In many cases, alumni look to their alma mater when recruiting. They might directly reach out to the program heads, or they may simply make an effort to hang around more. Essentially the best advice here is to keep an eye out for opportunities, because they come from many directions.
Good fences make good neighbors.
While the intimacy of on-campus graduate school is something to be taken advantage of, it is also important to remember that good boundaries are the basis for any healthy relationship. Do not hesitate to establish personal space and reprieves where helpful.
And in the end, if the social nature of on-campus graduate school sounds too stressful, then one might want to consider enrolling in an online graduate program where these interactions are carried out digitally and students have the option of communicating from a comfortable environment of their choice.
How to Choose your Projects in Graduate School
While this may sound contrary to the advice of previous sections, there is tremendous importance placed on discernment when choosing your graduate projects. While you should make every effort to stay on top of your game, to drum up new opportunities and evaluate them accordingly; it is equally important to maintain an awareness of your finite resources as a graduate student.
As discussed in the section on integrating your studies into your career, many students realize too late that what they endeavor to work on has no bearing on their actual careers. In short, it is best to take on a few projects that directly mirror your career aspirations, rather than many that have nothing to do with them.
Alternatively, choosing great projects in graduate school can set you up for smooth sailing in one’s career after graduation.
So let us break down how to choose your projects in graduate school.
To effectively judge what projects will be best for you, it is crucial to first determine your goals and desired professional outcomes. If you wish to go into laboratory research, your goals should be different than someone who wishes to work in private practice. In many cases though, students will have some level of uncertainty about what they wish to do at this phase.
If this is the case for you, just be sure to set several realistic goals that will cover you in various outcomes--such as taking several different projects that might open doors to different opportunities so that you can better experience those options.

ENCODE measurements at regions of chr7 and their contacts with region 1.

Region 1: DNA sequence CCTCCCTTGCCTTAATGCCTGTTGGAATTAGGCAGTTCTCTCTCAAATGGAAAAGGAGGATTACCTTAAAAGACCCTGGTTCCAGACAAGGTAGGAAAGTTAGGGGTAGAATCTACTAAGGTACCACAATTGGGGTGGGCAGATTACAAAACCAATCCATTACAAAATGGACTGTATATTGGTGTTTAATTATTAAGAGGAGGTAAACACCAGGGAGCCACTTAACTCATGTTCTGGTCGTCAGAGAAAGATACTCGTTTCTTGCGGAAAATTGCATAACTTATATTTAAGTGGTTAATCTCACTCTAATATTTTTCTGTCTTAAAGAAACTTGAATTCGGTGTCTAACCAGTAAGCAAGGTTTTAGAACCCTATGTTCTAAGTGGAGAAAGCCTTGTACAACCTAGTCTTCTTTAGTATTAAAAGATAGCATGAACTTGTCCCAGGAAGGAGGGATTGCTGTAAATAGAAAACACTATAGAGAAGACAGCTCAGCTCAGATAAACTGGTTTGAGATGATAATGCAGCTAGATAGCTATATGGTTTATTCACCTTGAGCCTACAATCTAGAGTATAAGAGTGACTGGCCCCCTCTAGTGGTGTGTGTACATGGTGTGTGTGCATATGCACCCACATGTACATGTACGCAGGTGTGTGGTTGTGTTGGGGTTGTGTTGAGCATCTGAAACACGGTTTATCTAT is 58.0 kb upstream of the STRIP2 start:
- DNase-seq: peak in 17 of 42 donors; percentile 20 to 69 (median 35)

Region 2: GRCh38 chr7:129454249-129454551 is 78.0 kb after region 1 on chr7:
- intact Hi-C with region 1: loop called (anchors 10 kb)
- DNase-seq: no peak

Evaluating which projects will be best in actualizing your goals actually breaks down into several smaller decisions.
First, you have to understand your own strengths and weaknesses, because sometimes the best opportunities present the most adversity and require one to overcome their weaknesses. Ultimately whether or not this is a reasonable path to tread depends on how much one knows about themselves.
Second, is evaluating whether the juice is worth the squeeze--whether the rewards on offer are commensurate with your efforts. This is likely the most important step for most, given that students have such a limited supply of spare mental bandwidth in graduate school.
To effectively decide whether a project is worth your time, the last step involves carefully outlining the projected outcome of the project. So let’s break this step down into some simple questions to ask:
1.) Will you be making sacrifices--personally, professionally, or academically--to engage the project?
2.) Will performance in classes or in other projects suffer?
3.) Will the project position you to take advantage of bigger and better opportunities in the future?
4.) Will the project provide financial or academic stability? (Such as a paid internship or a research grant)
5.) Will future employers look fondly on the project?
6.) Will you be motivated to see the project through to its conclusion, even amidst hardship or confusion?
While in lower levels of education, students are often encouraged and rewarded for exploring their interests, in graduate school students must approach their endeavors with a forward-thinking mentality centered around career outcomes.